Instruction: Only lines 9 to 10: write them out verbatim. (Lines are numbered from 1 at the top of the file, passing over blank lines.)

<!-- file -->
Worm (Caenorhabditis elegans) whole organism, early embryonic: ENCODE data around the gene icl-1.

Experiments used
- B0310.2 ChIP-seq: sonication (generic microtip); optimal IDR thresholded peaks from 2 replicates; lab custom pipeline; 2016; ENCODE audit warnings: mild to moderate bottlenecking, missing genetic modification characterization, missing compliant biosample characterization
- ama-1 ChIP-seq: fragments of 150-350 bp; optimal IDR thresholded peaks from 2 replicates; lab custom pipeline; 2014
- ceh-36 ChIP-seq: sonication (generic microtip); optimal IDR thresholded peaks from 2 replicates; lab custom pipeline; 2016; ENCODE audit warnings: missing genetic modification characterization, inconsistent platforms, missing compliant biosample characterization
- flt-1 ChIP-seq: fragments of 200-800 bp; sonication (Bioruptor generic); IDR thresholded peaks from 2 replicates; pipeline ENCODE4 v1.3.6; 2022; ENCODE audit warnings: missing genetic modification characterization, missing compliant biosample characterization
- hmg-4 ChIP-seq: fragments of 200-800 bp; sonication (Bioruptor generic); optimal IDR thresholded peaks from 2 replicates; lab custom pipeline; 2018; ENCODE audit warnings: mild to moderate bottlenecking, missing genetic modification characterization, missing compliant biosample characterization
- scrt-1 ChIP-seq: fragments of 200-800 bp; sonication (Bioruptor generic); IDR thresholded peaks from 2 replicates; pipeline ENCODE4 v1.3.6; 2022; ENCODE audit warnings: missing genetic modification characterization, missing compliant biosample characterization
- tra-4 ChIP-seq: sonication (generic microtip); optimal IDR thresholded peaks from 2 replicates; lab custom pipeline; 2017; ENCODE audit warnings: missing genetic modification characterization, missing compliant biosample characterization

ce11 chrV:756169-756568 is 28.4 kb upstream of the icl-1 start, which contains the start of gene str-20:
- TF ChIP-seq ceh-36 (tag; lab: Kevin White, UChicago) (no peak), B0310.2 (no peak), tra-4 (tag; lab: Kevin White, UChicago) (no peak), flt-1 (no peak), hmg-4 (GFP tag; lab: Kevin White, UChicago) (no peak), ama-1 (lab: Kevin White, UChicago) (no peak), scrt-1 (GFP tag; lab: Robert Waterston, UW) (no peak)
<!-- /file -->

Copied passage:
- tra-4 ChIP-seq: sonication (generic microtip); optimal IDR thresholded peaks from 2 replicates; lab custom pipeline; 2017; ENCODE audit warnings: missing genetic modification characterization, missing compliant biosample characterization

ce11 chrV:756169-756568 is 28.4 kb upstream of the icl-1 start, which contains the start of gene str-20: